Michelle Pickett’s entry into the world of firearms began like so many women we know. She was scared to death of guns. She had children and believed the old societal myth that guns are bad, no one should have guns in the house, especially if they have children.
Now facilitator of the Gainesville, Florida chapter of A Girl & A Gun Women’s Shooting League (AG & AG), Pickett explains her transformation.
When she met her husband, he and his brother owned a local gun shop (Pickett Weaponry), and he wanted her to learn about guns as well. “I was scared to death but he was gracious and kind,” she reminisces. That was over 20 years ago.
Then about 15 years ago, Pickett was sitting in on a class her husband was teaching, and when she looked at the faces of some of the women there she realized they had questions, but didn’t want to ask them. As she moved out onto the range with them and started helping them they got more comfortable. “That’s when I realized I needed to start a ladies only class,” she says.
Pickett originally started her group, called “Girls and Guns,” through their local Wild Turkey Federation. “Outback Steakhouse donated all the food, we [the gun store] donated all the guns and equipment needed. We charged $15 to participate and then all the proceeds went to different gun groups,” she explains
The ladies then joined another women’s group but decided it wasn’t a good fit for them. Then they found out about AG & AG and moved to it. Pickett explains why. “I love that AG & AG puts their heart and soul into it. They care about every individual person. You can see it in their face and in the way they are. What you do is more important than what you say.”
Now with a chapter of about 94 women and eight A-Team (facilitator’s team of assistants) members, Pickett mainly trains women for self-defense. “I bring in great instructors every other month to talk to ladies or train with them,” Pickett explains.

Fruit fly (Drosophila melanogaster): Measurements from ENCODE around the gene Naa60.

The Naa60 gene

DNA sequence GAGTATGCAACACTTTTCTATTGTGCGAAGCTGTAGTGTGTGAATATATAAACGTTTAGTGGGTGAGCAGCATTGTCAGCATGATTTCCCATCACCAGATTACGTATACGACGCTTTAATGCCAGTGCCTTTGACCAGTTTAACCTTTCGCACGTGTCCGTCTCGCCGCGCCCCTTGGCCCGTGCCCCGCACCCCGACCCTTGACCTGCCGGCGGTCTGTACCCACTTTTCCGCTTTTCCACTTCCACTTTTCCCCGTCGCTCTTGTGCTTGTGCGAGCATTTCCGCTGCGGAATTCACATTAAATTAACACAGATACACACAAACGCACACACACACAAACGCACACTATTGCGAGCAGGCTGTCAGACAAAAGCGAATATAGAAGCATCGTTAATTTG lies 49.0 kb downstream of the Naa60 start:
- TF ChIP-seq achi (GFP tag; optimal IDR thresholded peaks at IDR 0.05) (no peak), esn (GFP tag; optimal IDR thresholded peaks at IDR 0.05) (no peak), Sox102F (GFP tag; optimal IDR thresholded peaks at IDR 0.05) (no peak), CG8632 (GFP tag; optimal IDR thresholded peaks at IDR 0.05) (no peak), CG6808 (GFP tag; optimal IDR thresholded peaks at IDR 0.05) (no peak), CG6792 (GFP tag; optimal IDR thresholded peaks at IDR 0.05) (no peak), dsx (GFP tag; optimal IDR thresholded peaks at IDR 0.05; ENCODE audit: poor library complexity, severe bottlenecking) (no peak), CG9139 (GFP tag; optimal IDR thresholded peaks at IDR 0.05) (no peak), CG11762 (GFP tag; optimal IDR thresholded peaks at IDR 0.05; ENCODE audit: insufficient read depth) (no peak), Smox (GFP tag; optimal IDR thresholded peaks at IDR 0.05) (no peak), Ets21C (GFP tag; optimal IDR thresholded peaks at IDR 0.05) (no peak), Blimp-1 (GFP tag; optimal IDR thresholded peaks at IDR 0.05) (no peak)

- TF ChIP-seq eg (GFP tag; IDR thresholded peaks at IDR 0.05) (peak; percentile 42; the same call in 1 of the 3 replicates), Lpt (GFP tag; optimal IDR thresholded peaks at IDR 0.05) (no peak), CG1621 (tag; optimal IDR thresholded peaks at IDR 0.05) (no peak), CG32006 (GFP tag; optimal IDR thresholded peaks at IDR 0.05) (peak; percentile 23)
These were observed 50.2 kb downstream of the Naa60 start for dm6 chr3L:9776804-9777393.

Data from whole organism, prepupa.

Many in her chapter are already planning to go to A Girl & A Gun Conference next April in Texas. “A couple of us went to conference first to check it out and find out what it was. I don’t like to send people to something without knowing more about it. And I fell in love with it,” Pickett beams. This year nine members attended, and the group has already reserved a house for next years’ conference. She’s also excited that she and several of her members will be going to the Rangemaster Tactical Conference training in New Orleans in March of 2019,
While she doesn’t teach about competing, there are members who attend competitions, including one who attended AG & AG Fall Festival in Kentucky and will be speaking to the group about it. “We want ladies to start attending more competitions, to get outside of what we do,” she explains.
Often times when talking with women about joining AG & AG, Pickett says women will respond, “I’m not sure, I’m not good with big groups of women.” That’s understandable as so many women remember the “mean girls” from high school. “But I tell them, “It’s not what you think, it’s very different.” When we get together, everyone is on the same playing field. You’re as good as the person next to you. Even the pro shooters are sweet and gracious to everyone.”
“Just try it. Jump in with both feet and try it,” advises Pickett. “Be adventurous. It will make a world of difference in your life, emotionally and personally. It’s amazing.”